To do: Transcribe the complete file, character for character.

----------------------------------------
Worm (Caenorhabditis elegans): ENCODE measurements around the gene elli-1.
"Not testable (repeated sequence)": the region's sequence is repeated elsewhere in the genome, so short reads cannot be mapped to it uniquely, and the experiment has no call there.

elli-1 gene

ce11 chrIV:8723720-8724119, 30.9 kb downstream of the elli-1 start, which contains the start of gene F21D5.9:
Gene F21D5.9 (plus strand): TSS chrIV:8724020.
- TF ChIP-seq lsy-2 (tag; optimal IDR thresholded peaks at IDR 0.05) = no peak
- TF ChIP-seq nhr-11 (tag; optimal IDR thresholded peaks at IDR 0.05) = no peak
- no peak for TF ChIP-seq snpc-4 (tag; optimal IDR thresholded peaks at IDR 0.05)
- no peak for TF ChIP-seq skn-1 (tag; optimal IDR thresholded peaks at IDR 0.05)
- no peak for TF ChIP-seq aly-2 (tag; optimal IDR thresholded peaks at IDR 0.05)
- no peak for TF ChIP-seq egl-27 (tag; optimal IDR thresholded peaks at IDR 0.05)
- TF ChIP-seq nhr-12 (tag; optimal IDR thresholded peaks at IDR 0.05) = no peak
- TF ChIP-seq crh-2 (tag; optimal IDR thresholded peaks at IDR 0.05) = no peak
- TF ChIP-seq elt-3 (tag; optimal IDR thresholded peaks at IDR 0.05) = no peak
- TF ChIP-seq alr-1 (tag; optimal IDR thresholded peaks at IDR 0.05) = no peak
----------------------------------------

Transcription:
Worm (Caenorhabditis elegans): ENCODE measurements around the gene elli-1.
"Not testable (repeated sequence)": the region's sequence is repeated elsewhere in the genome, so short reads cannot be mapped to it uniquely, and the experiment has no call there.

elli-1 gene

ce11 chrIV:8723720-8724119, 30.9 kb downstream of the elli-1 start, which contains the start of gene F21D5.9:
Gene F21D5.9 (plus strand): TSS chrIV:8724020.
- TF ChIP-seq lsy-2 (tag; optimal IDR thresholded peaks at IDR 0.05) = no peak
- TF ChIP-seq nhr-11 (tag; optimal IDR thresholded peaks at IDR 0.05) = no peak
- no peak for TF ChIP-seq snpc-4 (tag; optimal IDR thresholded peaks at IDR 0.05)
- no peak for TF ChIP-seq skn-1 (tag; optimal IDR thresholded peaks at IDR 0.05)
- no peak for TF ChIP-seq aly-2 (tag; optimal IDR thresholded peaks at IDR 0.05)
- no peak for TF ChIP-seq egl-27 (tag; optimal IDR thresholded peaks at IDR 0.05)
- TF ChIP-seq nhr-12 (tag; optimal IDR thresholded peaks at IDR 0.05) = no peak
- TF ChIP-seq crh-2 (tag; optimal IDR thresholded peaks at IDR 0.05) = no peak
- TF ChIP-seq elt-3 (tag; optimal IDR thresholded peaks at IDR 0.05) = no peak
- TF ChIP-seq alr-1 (tag; optimal IDR thresholded peaks at IDR 0.05) = no peak